Functional Nutrition in an Indian context
India is a potboiler of multiple cultures. There are twenty nine states and twenty two languages. Just imagine how many traditions of food and lifestyle that brings with it! If you add the number of people who are born from two cultures, and how they’ve evolved food over time, it’s really an encyclopaedia of recipes! Through this article, I explore how some of the principles of Functional Medicine Nutrition can be applied to an Indian perspective, where some of the principles of Functional Nutrition already exist in other forms in India, and provide you some guidelines on where you might want to go back and embrace Indian traditions, and where you might want to adapt some practices to support your healing journey today.
My journey into Functional Nutrition began a few years ago. I call it destiny. Some might call it luck. Some might call it divine intervention. Whatever this perspective, I came across it by chance, and it was a moment where everything made sense. I had battled with such complex health challenges, that I was beginning to lose hope. My journey into homeopathy and Ayurveda both helped. They brought me out of my crisis, when I needed them the most. I stayed with Ayurveda for a few years, and it was transformative. The only problem I had was that I kept falling back into the same set of symptoms and had the same conditions flaring up again, within many months of treatment. I knew I had a place to go whenever I reached that low phase again, yet I did not feel empowered about my own health. I did not even know this, until I discovered functional nutrition. Of course, Ayurveda encompasses so many profound principles, and many of them overlap with functional medicine principles. Yet, I wanted the power within my own hands. And as any Mom would know, it is practically difficult to keep going away every few months, given that I was a mother to a very young boy, who was born with challenges himself.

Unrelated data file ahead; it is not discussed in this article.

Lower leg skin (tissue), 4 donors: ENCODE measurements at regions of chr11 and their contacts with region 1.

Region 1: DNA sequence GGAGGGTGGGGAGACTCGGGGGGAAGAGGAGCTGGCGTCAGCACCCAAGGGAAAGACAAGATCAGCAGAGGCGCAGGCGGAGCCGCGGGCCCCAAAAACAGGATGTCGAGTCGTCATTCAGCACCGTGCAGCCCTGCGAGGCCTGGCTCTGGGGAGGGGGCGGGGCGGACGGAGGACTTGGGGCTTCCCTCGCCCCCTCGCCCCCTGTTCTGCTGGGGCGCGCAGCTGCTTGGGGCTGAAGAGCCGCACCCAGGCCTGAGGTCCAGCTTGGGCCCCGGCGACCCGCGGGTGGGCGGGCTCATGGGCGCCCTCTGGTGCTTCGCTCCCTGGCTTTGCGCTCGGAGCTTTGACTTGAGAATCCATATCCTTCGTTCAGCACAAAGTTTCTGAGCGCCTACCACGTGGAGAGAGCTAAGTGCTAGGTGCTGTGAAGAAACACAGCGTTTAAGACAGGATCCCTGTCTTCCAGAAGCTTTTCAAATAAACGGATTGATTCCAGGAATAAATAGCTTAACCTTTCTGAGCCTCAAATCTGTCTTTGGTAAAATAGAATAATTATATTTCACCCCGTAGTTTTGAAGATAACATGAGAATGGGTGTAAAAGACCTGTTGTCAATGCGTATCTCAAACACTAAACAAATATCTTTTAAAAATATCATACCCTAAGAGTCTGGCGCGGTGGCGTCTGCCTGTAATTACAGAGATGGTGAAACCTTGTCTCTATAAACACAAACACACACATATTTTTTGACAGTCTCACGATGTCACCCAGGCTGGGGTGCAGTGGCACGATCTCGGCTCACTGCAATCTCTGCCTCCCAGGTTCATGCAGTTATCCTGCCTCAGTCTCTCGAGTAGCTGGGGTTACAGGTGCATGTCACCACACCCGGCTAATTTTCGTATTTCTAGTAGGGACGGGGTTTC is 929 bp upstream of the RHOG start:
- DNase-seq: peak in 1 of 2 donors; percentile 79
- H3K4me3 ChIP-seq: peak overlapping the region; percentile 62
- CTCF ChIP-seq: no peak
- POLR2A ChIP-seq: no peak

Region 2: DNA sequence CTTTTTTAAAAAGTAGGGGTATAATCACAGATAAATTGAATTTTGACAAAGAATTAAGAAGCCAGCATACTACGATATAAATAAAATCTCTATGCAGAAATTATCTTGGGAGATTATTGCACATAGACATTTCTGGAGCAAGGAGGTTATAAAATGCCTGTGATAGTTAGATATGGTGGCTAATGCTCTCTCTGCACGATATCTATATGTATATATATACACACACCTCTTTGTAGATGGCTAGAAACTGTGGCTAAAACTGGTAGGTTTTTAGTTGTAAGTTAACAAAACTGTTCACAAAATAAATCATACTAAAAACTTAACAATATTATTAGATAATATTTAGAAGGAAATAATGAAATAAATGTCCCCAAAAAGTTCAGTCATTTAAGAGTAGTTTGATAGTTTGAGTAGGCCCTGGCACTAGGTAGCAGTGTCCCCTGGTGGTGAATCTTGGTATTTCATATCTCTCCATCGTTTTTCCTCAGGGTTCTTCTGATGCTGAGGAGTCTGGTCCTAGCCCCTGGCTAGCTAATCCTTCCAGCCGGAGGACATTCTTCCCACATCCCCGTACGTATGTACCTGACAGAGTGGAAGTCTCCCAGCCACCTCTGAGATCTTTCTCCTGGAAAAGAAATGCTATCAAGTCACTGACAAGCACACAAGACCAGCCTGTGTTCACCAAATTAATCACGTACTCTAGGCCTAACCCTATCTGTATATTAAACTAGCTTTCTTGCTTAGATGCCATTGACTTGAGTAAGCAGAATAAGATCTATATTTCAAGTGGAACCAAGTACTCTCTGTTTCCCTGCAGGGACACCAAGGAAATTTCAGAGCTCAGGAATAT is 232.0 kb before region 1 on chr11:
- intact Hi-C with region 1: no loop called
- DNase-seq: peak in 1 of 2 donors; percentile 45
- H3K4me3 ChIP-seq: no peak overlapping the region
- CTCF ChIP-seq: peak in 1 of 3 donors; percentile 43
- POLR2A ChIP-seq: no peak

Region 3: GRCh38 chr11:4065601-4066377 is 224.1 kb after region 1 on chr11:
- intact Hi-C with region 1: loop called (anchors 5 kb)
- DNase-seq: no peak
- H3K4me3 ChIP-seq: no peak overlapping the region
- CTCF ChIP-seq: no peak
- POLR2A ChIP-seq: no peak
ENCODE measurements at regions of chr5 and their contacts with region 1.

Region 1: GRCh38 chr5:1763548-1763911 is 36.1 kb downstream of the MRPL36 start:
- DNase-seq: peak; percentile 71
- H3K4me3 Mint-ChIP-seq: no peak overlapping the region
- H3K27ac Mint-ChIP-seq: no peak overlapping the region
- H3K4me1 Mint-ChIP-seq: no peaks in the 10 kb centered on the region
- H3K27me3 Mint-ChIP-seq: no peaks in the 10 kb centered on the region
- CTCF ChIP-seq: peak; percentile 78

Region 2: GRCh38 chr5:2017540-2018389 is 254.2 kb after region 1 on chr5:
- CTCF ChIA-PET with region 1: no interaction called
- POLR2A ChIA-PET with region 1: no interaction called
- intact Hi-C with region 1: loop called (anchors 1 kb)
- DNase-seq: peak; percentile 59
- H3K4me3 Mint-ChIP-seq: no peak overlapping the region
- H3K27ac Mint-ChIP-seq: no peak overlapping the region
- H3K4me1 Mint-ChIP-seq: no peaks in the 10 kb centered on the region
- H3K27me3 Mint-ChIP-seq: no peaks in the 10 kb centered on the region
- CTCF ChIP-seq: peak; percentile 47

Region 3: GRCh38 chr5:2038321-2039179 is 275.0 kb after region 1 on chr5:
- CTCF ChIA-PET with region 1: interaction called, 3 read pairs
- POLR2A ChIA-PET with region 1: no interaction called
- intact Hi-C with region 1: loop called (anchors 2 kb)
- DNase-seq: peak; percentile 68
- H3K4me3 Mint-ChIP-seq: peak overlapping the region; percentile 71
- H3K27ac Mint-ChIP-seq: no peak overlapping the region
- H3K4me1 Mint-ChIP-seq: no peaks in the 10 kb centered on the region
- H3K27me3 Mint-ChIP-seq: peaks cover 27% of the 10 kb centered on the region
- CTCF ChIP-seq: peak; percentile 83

So how did functional nutrition make me feel so empowered about my own health? I’m going to first explore few of the functional principles. I also connect some of the similarities and some of the differences between the functional approach and traditional Indian customs. I also suggest how some traditional Indian customs include many of these principles, and how you can bring them back into your every day life.
Many cultures in India have traditional foods that are functionally healing, and encompass richness in variety. Feasts from many cultures are full of plant powered recipes. As an example, a Kerala Sadhya, or a feast platter from Kerala, which is also the land of Ayurveda, can have anything from 24 to 68 dishes. They cover a wide variety of vegetables, lentils and healthy fat. Yet, the benefit lies within this variety, which is not practical on a day to day basis. What I observed on my journey to Kerala, was that on a day to day basis, most families eat a mono diet, one that is heavy in rice and extremely low in protein or plants. Sadly, this then becomes the diet that is contributing to how they feel, what they develop, and how they heal. So how can you bring in functional nutrition into your daily life, within the parameters of the Indian diet?